SEP 2001

the way things are
a song for native ways gallery

by arwulf arwulf

We’re living in a place where many of the towns and cities, most of the rivers and natural features of the land have beautiful names which were given them by the original inhabitants. The names sing: Susquehanna, Piscataqua, Tehachapi, Nacog-doches, hear them sing. Massachusetts and Mississippi they sing. Michilimackinac sings of Nahma, of Washtenaw, of Minnesota. Each place sings of itself and of its neighbors near and far. Songs of Onondaga, Canandaigua and Saskat-chewan. The names are everywhere.

The land is under the street. We venture out beyond the influence of the city’s lights and walk the paths to where topography dips in sandy banks covered with pine needles to hold the water in silent reflectivity. Inverted stands of beech and jack pine signifyin’ on us standing here in the moist air, feeling all of time at once. And the wild orchids watch us watching. Lichens are abundant in the North, especially where pollutants haven’t gathered too densely. European names for earthly flora: Cladonia fimbriata is the lichen with little cauldrons on its slender stems. Sphagnum wulfianum, a worthy moss, grows in the bogs. This is a magical land. Any child knows that, ’til torture toys teach otherwise.

Back on Main Street in Ann Arbor, next door to the Sabor Latino restaurant (and within sight of the County Courthouse), we now have our own special heart-and-soul center for Indigenous Culture: Native Ways Gallery at 209 N. Main. This business is Native-owned and operated; by Varian Manning, a full-blooded Diné (Navaho) artist, and Cyndi Power-Manning. A medicine woman of the Cherokee lineage, her ancestry is half Eastern Band Cherokee, half Irish/English. Ann Arbor is very fortunate to have these people living and working among us.

Their quarterly newsletter, the Earth Dance News, describes a philosophy of well-centered ethics and provides a schedule of classes, workshops and performances which take place at the front of the store on a regular basis. Music is a vital element in the life of the place. A favorite at the Gallery is folk singer Jeanne Mackey, whose songs are variously moving, funny and thought-provoking. Her world view harmonizes nicely with the mission statement of the Gallery: Our mission is to preserve the Ways of our People by living them openly and sharing them with those of many Nations. We honor all those who journey with us in this goal, our friends, our family, our employees and each customer who walks through our door.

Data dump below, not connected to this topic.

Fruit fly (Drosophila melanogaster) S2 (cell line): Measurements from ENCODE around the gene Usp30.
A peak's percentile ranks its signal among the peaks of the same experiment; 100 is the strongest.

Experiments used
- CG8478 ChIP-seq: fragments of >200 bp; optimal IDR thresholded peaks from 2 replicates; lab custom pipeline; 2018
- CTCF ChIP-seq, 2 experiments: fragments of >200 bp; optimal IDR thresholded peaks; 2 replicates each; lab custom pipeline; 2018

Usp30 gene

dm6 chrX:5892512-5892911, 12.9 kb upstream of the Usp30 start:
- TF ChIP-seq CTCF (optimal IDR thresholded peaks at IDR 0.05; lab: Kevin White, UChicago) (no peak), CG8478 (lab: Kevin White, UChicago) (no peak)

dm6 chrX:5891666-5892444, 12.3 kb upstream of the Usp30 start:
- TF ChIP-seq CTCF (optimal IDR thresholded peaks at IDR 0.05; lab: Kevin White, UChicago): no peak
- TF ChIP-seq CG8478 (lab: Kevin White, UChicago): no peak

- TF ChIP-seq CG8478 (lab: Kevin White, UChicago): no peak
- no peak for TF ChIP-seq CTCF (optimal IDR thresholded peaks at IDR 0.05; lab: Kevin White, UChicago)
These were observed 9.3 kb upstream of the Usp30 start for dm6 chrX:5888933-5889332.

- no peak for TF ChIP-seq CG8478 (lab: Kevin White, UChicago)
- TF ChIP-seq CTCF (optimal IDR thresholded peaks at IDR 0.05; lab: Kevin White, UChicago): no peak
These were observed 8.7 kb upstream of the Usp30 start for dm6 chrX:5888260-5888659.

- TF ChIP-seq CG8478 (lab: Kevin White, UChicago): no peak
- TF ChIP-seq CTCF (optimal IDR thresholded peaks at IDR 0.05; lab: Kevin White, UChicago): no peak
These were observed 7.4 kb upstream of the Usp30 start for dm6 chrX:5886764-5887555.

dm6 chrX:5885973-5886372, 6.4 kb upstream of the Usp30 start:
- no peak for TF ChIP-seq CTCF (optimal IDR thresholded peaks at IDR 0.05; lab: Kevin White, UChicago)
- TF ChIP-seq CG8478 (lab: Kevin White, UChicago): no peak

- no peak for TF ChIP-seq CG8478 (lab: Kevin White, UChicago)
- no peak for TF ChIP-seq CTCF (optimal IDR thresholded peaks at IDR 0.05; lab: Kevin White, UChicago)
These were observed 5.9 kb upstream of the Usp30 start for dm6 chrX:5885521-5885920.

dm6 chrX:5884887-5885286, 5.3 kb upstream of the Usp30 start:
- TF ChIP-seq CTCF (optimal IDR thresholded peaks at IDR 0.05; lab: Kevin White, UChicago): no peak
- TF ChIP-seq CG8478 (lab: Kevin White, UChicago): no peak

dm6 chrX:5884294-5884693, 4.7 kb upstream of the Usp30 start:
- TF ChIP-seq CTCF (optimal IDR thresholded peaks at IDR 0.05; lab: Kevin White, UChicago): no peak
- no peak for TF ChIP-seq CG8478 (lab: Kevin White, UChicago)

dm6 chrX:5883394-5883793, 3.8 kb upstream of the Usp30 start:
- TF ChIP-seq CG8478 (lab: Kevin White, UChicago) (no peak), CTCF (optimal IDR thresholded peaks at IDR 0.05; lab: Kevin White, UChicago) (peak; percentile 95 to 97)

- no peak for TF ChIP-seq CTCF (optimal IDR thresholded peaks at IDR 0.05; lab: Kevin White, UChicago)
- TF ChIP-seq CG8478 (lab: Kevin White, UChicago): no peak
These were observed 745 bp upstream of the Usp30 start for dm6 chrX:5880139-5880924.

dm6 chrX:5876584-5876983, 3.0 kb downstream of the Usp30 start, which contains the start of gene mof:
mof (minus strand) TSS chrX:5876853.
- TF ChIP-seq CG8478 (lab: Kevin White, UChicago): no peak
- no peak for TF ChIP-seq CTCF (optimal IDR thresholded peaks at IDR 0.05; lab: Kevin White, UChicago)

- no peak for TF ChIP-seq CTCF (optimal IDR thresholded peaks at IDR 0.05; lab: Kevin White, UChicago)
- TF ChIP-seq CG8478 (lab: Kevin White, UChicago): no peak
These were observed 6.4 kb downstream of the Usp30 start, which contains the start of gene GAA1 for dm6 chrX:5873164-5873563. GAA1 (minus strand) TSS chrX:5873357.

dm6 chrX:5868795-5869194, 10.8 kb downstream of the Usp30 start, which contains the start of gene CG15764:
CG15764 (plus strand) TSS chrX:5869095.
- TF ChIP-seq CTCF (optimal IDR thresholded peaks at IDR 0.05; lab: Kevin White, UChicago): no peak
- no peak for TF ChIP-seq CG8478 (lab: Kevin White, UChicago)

The Earth Dance News is full of traditional wisdom, the promise of fulfilling community events, and pragmatic insights regarding contemporary life and commerce. Volume 1, dating from their first month in business (December 2000), lists several ways to tell if the artifacts are authentic Native work. (The information was provided by the Indian Arts and Crafts Association). We are told that if the jewelry is silver, it should be marked "Sterling". Turquoise has a certain look and feel to it; most of the time it’s hardened with a clear sealant. One must learn to distinguish between this and an imitation turquoise made of turquoise dust and plastic.

Faked artifacts are big business; "If the design appears mechanically stamped and identical on every similar item, especially on the inside of the jewelry piece, it is likely machine-made." Other good advice: "If a large piece of jewelry is very inexpensive, it was probably made cheaply in another country." Be observant: "Look for the country of origin marked on the product, as mandated by law," and "Ask for a receipt that certifies the materials the product was made from and the tribal origin. If possible, get the name of the artist."